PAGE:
Ron says that in Christmas tree meetings he’s attended, he’s hearing more and more talk about creating open trees. “People will ask for a Charlie Brown tree or ask if there’s an area of the field that we don’t shear,” he said. “It isn’t that we don’t shear, because we always tip back the top or sides that stick out, but we’re shearing a lot less. We’re trying to encourage the tree to grow faster and get tall. Another practice we’ve started is throwing some urea nitrogen under the tree so the tree is more green at the time we cut it.”
Sewell’s Farm Christmas tree customers can choose from among the many Fraser fir, Douglas fir, Concolor fir, Canaan fir, blue spruce, Norway spruce or white pine on the farm. Customers are welcome to go to the fields and cut their own or can choose a freshly cut tree from the lot. In addition to cut trees, Sewell’s offers a selection of B&B trees including blue spruce, Norway spruce, Serbian spruce, Concolor fir and white pine. Customers can also pick up assorted greenery such as roping, wreaths and arrangements. The shop on the premises is filled with seasonal décor and fall visitors can get a taste of Christmas early in the season. Ron noted that customers often browse the shop and make purchases when they’re there for pumpkins.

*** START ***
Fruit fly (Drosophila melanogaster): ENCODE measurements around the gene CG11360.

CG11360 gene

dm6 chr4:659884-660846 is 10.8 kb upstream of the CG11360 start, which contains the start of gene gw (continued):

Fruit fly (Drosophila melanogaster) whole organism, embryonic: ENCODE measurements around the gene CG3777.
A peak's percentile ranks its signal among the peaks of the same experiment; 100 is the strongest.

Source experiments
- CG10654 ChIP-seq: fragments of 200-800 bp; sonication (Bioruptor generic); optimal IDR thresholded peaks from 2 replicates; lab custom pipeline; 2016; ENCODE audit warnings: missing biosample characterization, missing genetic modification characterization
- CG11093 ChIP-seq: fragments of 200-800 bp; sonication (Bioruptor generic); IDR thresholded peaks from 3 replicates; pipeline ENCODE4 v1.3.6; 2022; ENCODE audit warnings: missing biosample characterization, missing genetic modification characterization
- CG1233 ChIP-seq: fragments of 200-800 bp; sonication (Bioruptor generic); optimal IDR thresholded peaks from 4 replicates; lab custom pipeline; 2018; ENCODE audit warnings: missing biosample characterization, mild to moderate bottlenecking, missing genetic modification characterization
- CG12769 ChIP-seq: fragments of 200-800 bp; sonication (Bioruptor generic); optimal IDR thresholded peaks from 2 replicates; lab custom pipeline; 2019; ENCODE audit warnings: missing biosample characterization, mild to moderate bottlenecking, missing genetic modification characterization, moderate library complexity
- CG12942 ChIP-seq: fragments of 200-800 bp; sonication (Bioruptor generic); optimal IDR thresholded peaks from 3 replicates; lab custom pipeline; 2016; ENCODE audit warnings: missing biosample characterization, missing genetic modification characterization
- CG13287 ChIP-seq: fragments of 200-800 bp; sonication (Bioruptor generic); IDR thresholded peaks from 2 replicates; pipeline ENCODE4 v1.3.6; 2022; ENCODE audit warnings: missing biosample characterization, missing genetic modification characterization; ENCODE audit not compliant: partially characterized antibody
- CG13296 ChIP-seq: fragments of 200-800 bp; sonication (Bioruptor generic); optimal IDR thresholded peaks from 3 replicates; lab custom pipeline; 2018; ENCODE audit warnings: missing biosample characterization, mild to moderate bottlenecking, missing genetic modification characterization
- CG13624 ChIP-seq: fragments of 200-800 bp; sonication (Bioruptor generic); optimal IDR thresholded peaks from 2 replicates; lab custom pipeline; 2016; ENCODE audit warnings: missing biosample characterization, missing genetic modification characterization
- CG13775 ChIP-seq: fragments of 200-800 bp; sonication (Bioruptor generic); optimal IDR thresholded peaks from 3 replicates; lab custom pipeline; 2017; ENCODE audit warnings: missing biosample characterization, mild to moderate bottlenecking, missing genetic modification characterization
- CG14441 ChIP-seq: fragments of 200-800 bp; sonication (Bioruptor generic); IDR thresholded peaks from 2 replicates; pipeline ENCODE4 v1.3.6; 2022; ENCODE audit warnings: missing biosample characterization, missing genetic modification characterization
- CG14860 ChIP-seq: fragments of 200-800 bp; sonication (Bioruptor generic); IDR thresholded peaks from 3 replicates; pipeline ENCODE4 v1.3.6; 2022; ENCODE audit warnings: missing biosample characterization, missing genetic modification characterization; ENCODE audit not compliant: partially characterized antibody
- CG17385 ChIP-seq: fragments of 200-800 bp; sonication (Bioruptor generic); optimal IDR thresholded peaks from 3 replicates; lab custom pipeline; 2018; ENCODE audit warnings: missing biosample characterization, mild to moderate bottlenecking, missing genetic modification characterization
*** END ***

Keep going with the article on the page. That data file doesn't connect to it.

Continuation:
The Sewells offer summer vegetables on the farm with sweet corn topping the list as the biggest seller. In an effort to bridge the gap between summer and Christmas and to make the farm a more year-round destination, the Sewells have added a fall attraction. Ron’s biggest idea, and his dream, was to create a giant pumpkin on the farm.
Lori says Ron talked about the idea for two years and everyone told him it was a crazy idea. “Halloween has gotten to be such a big holiday,” said Lori. “We know about six other growers in Maryland who are doing a fantastic business in fall. But we already have people coming, we have parking and we just expanded that.”